In modern operating systems and programming, processes (programs) are subdivided into multiple threads.

A process usually starts as a single thread and requests (creates) more threads. Threads can be used to logically break down a process into multiple tasks, such as UI and main part of the process.

Threads run independently (similarity with processes) and they are usually not aware of other threads. The key difference between threads and processes is that the threads inside the same process share all the data of the process. So, the task of setting a variable in another thread can be handle by a simple memory access.

This memory sharing also has an obvious benefit; being able to share the work quickly. However, each thread has its own stack and instruction pointer, which is a register pointing to the place in the program where it is running.

There are important points to consider when you use threads, such as assigning the tasks/threads in a way that  you will keep all the cores busy, managing threads (handling threads finishing their tasks, thread creation -via a thread pool, by creating new threads, etc.-), deciding number of threads to run, and so on.

These points are important for multitasking, but not perfectly related with your own program, so ideally you should not bother yourself with these problems as we do not bother ourselves memory alignment, memory layout, stack pointers, and so on. These points should be abstracted away for multitasking too as libraries, compilers, and high-level languages abstract away important points, such as memory alignment, and so on.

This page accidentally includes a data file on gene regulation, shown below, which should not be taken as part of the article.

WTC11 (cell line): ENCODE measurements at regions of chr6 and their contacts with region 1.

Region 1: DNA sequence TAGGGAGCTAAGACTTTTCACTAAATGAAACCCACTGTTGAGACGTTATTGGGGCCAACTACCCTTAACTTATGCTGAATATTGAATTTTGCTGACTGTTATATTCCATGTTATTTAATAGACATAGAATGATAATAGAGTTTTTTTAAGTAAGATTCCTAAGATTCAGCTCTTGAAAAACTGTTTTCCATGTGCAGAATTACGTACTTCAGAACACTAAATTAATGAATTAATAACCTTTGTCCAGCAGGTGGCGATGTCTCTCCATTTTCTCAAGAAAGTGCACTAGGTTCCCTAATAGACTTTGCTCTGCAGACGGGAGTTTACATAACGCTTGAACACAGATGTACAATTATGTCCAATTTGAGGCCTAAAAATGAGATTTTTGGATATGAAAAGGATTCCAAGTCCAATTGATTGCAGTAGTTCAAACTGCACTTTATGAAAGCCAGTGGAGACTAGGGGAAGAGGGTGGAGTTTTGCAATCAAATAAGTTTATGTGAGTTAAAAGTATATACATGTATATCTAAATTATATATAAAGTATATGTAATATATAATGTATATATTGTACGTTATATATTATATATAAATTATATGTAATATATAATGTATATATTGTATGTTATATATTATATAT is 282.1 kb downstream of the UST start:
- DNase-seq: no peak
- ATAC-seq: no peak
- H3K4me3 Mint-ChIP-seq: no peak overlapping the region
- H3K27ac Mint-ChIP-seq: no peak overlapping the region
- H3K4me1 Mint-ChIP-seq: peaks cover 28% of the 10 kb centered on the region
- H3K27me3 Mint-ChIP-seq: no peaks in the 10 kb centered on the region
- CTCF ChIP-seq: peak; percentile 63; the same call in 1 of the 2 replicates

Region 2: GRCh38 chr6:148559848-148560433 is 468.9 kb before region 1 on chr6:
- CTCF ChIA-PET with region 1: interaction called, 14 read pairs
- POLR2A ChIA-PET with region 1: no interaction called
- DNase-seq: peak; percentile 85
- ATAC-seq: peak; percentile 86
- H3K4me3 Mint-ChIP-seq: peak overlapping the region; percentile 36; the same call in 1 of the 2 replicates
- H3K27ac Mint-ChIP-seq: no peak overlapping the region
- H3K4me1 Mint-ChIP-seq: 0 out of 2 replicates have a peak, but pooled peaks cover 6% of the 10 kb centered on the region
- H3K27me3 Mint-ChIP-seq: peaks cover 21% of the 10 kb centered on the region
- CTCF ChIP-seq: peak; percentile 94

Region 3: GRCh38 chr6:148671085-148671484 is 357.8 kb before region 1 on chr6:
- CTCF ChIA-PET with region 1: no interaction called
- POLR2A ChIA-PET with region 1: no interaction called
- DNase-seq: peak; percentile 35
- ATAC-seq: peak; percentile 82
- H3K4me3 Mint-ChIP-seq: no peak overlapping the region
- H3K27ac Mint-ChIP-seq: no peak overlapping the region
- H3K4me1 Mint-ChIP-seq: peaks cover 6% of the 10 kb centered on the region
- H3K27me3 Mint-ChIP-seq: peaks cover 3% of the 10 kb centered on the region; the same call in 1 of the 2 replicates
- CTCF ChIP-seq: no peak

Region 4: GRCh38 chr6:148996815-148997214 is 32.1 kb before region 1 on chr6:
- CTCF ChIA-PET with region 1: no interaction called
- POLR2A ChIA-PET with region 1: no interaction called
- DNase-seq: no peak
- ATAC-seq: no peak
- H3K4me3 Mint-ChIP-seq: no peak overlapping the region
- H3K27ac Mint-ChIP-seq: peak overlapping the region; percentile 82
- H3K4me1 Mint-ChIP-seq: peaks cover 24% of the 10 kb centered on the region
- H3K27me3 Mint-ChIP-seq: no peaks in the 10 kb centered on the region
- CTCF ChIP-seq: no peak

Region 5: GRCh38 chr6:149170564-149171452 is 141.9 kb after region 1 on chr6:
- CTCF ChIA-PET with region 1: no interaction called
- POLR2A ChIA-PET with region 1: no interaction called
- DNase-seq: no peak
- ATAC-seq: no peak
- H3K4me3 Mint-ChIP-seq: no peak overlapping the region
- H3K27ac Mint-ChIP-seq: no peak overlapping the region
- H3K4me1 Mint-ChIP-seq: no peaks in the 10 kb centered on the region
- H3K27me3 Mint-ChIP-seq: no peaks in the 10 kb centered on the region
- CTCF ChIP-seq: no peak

Actually, this is the part where TBB comes in handy and takes care of all thread management, so you can only focus on your own program.


Multithreaded programs are nondeterministic. They follow different execution paths each time even if you run them with the same input set. So, it’s our task, as developers, to keep the program correct even if TBB gives some support.

In general, there are some common errors, such as round-off errors (parallel programs get effected by round-off error more), but the main sources of correctness problem are race condition (different threads are reaching to the same data at the same time) and deadlock (threads are waiting each other’s locked resources).

All in all, you need to know 5 terms/concepts for being able to think and code parallel:

  • Decomposition
  • Scaling
  • Correctness
  • Abstraction (Abstracting the low-level things away, and focusing on the real problem/the program’s itself, such as having your own thread management library, using TBB, and so on)
  • Using patterns to apply your solutions (Applying the first 4 rules in a design manner: Finding concurrency, deciding algorithm structures, deciding supporting structures, implementation)